As a frequent user of social media networks, Twitter doesn’t strike me as being the right forum to do this i.e. I would expect a brand to thank me personally for my participation on Facebook but not on Twitter, where this kind of 1:1 interactions are pretty scarce in my own experience.
I feel Twitter is used at its best mainly as a source of up-to-the minute news bites – and when I retweet any of the tweets I receive from the brands, bloggers, etc I follow, I don’t expect them to thank me in return. I guess that’s how I have been conditioned.

As for Twitter’s response and policy on campaigns of that scale – I was relieved to read that Twitter expects advertisers to know better: “For Twitter, the issue boils down to protecting user experience and making sure that people and brands are tweeting in a judicious way”.
Judicious = sensible and Coca Cola was nothing but sensible on this one occasion.

I was equally pleased to find out that it is not Twitter’s intention to create special accounts with super high daily publishing limits. This would equal to a form of spamming in my world and as a Twitter fan, I would be devastated if it ever were to turn into Facebook any time soon, where the level of “advertising spam” is driving away users.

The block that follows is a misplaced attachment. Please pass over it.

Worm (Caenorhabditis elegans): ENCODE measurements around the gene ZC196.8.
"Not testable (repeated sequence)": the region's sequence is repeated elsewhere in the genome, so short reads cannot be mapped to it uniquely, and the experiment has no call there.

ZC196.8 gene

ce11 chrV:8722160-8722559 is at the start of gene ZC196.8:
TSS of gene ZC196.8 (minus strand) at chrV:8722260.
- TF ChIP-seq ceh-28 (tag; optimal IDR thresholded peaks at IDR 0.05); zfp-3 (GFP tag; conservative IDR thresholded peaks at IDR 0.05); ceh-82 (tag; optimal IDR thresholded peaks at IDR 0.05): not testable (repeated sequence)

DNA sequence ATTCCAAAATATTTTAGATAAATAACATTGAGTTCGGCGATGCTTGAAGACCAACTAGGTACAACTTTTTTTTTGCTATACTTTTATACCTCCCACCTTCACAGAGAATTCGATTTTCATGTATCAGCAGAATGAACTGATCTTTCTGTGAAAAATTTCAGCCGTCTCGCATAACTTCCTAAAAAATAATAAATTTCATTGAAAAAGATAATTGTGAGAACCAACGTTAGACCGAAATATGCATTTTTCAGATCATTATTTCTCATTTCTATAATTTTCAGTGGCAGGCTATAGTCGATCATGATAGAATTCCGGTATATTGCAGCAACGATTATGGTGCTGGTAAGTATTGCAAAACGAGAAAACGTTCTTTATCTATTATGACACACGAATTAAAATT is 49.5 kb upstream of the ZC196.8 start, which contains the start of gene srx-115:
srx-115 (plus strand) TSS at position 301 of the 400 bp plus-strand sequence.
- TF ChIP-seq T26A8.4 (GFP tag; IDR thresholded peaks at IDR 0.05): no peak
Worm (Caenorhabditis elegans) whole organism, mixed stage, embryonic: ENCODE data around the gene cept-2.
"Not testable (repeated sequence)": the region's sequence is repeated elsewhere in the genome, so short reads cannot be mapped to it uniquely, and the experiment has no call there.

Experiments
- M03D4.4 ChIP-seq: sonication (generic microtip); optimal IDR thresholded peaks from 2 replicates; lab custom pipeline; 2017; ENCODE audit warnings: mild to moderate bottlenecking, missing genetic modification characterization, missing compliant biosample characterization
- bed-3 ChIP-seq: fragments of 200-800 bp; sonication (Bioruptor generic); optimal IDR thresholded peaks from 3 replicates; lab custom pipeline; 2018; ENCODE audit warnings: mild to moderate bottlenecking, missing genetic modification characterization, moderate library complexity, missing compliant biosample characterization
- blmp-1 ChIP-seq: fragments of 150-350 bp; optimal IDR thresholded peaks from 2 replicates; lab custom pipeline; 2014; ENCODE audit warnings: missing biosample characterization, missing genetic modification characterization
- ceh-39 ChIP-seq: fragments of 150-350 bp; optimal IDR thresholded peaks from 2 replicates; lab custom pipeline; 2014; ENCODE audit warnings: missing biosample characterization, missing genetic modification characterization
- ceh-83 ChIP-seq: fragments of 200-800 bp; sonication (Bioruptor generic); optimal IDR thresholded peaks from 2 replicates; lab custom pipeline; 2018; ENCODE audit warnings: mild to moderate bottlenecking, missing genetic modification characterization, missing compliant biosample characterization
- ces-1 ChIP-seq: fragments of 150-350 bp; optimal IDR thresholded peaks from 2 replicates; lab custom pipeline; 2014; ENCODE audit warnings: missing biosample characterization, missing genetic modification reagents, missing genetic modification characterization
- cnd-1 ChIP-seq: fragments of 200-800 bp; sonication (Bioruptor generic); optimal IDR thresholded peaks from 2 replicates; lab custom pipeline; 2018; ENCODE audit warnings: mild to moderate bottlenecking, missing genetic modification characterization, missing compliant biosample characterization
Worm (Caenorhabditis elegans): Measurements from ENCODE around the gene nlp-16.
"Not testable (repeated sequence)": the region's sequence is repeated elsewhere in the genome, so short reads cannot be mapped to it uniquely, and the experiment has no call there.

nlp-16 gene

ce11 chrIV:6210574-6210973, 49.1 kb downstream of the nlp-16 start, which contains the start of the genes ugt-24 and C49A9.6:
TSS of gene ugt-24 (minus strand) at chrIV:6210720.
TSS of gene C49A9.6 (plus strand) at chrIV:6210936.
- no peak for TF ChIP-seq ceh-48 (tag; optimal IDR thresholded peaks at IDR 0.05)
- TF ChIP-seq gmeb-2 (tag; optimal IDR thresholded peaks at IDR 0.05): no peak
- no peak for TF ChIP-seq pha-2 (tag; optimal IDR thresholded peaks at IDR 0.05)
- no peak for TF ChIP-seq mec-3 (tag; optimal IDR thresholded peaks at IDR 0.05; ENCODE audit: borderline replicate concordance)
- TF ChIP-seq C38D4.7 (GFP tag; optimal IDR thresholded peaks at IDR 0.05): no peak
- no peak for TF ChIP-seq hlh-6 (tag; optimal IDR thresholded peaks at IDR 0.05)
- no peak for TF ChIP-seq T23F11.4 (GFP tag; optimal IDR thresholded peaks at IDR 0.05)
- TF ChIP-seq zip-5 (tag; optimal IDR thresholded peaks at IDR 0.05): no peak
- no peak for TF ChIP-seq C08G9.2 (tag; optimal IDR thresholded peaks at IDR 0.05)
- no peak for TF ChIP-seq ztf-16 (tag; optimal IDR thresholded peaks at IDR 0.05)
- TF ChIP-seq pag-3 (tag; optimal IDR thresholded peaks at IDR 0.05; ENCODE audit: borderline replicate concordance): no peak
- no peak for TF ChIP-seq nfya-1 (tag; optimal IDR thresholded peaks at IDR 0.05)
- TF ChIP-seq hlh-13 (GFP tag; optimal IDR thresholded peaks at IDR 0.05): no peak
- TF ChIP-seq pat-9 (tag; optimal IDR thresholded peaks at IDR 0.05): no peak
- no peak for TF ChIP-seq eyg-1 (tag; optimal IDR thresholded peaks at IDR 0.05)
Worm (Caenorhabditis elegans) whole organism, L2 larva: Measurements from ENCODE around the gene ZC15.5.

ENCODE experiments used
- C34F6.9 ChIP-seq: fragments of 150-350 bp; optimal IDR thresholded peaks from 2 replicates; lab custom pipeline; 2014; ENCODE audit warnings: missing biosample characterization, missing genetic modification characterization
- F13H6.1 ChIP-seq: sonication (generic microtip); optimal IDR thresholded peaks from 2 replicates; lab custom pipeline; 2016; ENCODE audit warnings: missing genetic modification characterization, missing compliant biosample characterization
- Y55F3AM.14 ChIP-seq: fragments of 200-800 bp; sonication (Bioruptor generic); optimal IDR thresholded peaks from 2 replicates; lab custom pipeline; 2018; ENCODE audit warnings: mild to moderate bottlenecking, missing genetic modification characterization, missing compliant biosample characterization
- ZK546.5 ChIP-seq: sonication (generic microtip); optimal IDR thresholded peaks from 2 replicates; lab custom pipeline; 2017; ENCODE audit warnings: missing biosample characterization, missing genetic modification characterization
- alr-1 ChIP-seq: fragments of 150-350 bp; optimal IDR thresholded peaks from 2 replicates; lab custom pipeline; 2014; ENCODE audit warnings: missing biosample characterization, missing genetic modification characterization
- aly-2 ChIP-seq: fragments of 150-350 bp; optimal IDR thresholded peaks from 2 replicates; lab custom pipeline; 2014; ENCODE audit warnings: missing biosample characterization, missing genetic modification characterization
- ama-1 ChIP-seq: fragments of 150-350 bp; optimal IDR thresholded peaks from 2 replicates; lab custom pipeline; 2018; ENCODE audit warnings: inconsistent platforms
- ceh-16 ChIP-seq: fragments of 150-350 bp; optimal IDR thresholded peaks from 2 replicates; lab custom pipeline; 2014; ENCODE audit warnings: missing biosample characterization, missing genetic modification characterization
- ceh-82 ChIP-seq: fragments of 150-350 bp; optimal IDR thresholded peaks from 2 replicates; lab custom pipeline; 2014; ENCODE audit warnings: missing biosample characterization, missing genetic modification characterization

Finally, this one marketing glitch on Coca Cola’s part doesn’t take away the brilliance they have otherwise demonstrated in the planning and execution of their Mirage campaign – this truly was a marketing coup on many grounds and a fine example of how Social TV works – more on this later!

For now, check out the ad that kicked off this one-of-a-kind TV-and-social-media game if you haven’t seen it yet:

In a further effort to differentiate from its online rivals (Wal-Mart, Amazon, BestBuy) and combat showrooming by having products that can’t be bought elsewhere online, Target has just made 6 new brands exclusive to its online store. This move follows another bold decision by the retailer only earlier this month to offer its customers a year-round online price match. This only shows Target’s ongoing committment to tapping into the ever increasing online shopping uptake as well as its determination to protect its customer base from other online retailers and keep its customers coming back for more as much as possible.
Australian retailers may want to take a page from this retailer’s approach but also other US retailers (check out Walmart’s response to showrooming) on how to grow online sales.

Personally I am a huge fan of both Walmart and Target’s agile approach in the online shopping space – given their size, their ability to quikcly respond to and embrace consumer behaviour changes is to be commended.